From Gospel Translations
How Jesus Redeems Our Failures
As simply worded as the Gospels often seem, the multidimensional Jesus we encounter in them is anything but simple. We can see this in the varied (we might even say extreme) ways Jesus extends mercy.
What likely comes to mind for most of us when we think of Jesus’s mercy are expressions of gentleness. We think of his lamb-like meekness during his unjust trial and his lamb-like sacrificial, substitutionary death on the cross to atone for all our sins. We might think of the Sermon on the Mount, which bursts with a many-faceted mercy (Matthew 5:2–12). Jesus invites us to put away anger (Matthew 5:21–26), to respond to evil with kindness (Matthew 5:38–42), and to love our enemies (Matthew 5:43–48). We might think of the kind of kindness that drew all manner of diseased and disordered people to him for healing (Matthew 8:1–17) and all manner of sinners to him for forgiveness (Matthew 9:10–13).
These are each great mercies in Christ, but they are not the only expressions of his mercy. His mercy wasn’t always gentle. At times his mercy could be devastating. And it’s important we see this because, as the apostle Peter discovered, sometimes the mercy we most need from Jesus comes in a severe package.
Peter loved Jesus. Jesus knew that. But prior to Jesus’s trial and crucifixion, Peter believed he loved Jesus more than he loved his own life — in other words, more than he actually did. And so Jesus, to prepare Peter for his life’s calling (and even for his death), extended mercy to him — a kind of mercy Peter didn’t expect or recognize as mercy in the moment.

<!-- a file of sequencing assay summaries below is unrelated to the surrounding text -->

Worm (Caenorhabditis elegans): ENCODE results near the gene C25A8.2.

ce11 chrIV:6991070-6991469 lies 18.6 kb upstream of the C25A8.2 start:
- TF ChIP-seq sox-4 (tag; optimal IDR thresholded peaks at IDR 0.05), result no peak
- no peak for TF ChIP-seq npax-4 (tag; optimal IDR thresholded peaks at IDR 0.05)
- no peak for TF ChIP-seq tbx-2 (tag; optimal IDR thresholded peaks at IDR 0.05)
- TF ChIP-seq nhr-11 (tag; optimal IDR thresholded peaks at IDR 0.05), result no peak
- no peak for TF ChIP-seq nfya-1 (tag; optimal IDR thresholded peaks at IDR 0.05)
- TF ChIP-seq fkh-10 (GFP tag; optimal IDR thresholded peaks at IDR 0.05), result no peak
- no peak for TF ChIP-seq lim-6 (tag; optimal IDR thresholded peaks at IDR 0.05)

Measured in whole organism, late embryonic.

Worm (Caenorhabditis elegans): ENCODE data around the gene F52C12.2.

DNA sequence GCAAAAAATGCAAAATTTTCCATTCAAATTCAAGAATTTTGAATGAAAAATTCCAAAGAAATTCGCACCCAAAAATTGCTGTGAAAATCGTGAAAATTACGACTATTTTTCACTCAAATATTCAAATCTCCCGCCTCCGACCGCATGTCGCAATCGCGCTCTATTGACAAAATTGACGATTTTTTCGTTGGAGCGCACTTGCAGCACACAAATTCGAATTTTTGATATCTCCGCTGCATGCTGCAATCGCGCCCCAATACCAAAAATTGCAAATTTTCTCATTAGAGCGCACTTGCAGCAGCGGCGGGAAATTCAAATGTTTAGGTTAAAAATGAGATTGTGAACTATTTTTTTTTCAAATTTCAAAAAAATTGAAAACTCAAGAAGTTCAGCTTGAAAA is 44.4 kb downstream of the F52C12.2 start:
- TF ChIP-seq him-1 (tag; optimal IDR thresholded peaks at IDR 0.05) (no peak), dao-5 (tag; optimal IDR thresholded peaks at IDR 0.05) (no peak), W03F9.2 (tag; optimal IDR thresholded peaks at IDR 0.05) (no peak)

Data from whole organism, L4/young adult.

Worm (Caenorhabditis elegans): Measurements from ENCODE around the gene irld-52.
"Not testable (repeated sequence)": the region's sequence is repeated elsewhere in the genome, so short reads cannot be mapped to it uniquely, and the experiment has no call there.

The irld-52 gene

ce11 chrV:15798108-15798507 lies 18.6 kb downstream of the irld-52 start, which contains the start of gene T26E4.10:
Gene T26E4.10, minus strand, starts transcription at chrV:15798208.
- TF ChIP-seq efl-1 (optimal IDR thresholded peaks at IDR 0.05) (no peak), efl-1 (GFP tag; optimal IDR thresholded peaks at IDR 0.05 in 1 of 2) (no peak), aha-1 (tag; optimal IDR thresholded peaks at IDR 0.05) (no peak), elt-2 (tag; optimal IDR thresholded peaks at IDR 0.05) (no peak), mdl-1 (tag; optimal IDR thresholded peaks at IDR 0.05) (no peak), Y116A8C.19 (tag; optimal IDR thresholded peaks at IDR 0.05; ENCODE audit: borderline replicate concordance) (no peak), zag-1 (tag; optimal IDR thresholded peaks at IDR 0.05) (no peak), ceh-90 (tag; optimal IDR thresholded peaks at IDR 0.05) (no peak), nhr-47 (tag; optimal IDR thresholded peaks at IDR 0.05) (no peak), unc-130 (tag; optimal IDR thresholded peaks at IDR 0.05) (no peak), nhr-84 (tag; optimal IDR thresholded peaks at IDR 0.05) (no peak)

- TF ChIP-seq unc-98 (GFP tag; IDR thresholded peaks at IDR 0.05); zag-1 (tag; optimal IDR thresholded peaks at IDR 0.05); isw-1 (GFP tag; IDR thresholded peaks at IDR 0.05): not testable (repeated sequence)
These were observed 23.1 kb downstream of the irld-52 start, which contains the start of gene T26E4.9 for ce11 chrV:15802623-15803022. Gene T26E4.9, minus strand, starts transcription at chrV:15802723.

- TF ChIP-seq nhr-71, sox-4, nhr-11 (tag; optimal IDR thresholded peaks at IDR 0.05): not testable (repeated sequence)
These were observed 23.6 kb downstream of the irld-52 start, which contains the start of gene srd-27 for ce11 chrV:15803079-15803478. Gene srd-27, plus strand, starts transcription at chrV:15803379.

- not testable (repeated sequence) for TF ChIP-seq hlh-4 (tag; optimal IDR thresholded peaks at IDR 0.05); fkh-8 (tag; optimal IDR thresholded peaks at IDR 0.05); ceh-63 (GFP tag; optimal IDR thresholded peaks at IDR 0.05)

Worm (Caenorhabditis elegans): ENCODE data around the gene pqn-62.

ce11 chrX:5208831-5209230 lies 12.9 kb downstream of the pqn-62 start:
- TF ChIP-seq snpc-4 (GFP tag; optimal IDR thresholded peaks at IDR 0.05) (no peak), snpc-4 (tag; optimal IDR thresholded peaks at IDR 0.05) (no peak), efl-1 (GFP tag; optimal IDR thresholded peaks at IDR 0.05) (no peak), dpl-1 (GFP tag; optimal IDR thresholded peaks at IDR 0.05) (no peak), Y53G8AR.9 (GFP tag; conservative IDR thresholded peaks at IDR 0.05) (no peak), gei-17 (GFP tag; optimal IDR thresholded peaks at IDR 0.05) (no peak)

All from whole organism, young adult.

During his final Passover meal with the Twelve, Jesus announced that one of them would betray him. All responded with shock, and eleven with grief (Matthew 26:21–22). They also responded with pride, which was itself a revelation. The news moved each of them to question the others’ loyalty, and to assert himself as the greatest (Luke 22:23–24). Eleven desperately did not want to be that guy, and no one wanted the other guys to think he was that guy.
After mercifully ending that vain debate, Jesus turned to Peter and said, “Simon, Simon, behold, Satan demanded to have you [you all, plural in Greek], that he might sift you [all] like wheat, but I have prayed for you [you, Peter, singular in Greek] that your faith may not fail. And when you [Peter] have turned again, strengthen your brothers” (Luke 22:31–32).
Peter was stunned. Turned again? That implied he was going to turn from Jesus. He was incredulous. Even if everyone else turned away, he absolutely would not (Matthew 26:33). And he said so:
Lord, I am ready to go with you both to prison and to death. (Luke 22:33)
Jesus knew Peter was sincere, but self-deceived. Peter did not know how misplaced his self-confidence was. So, Jesus dropped the bomb: “I tell you, Peter, the rooster will not crow this day, until you deny three times that you know me” (Luke 22:34). To Peter, that just seemed impossible, especially after all they had been through together. So he swore, “I will not deny you,” and so did the others (Mark 14:31).
And then, in just a matter of hours, after Peter’s sincere vow of loyal love to the death, Jesus’s prophecy came to pass. All it took was a servant girl’s public accusation, and Peter heard himself say the one thing he swore he’d never say: “I do not know him” (Luke 22:57).
After two more denials, the rooster crowed, and Peter was left to face the inescapable, terrible truth: he didn’t love Jesus as he thought he did. When push came to shove, and his own skin might actually be on the line, he had been a coward, and sold out his Lord — the one he knew was “the Christ, the Son of the living God” (Matthew 16:16). It was the worst thing he’d ever done. Likely one of the worst things anyone had ever done. He had failed miserably, sinned immensely, and there was no taking it back.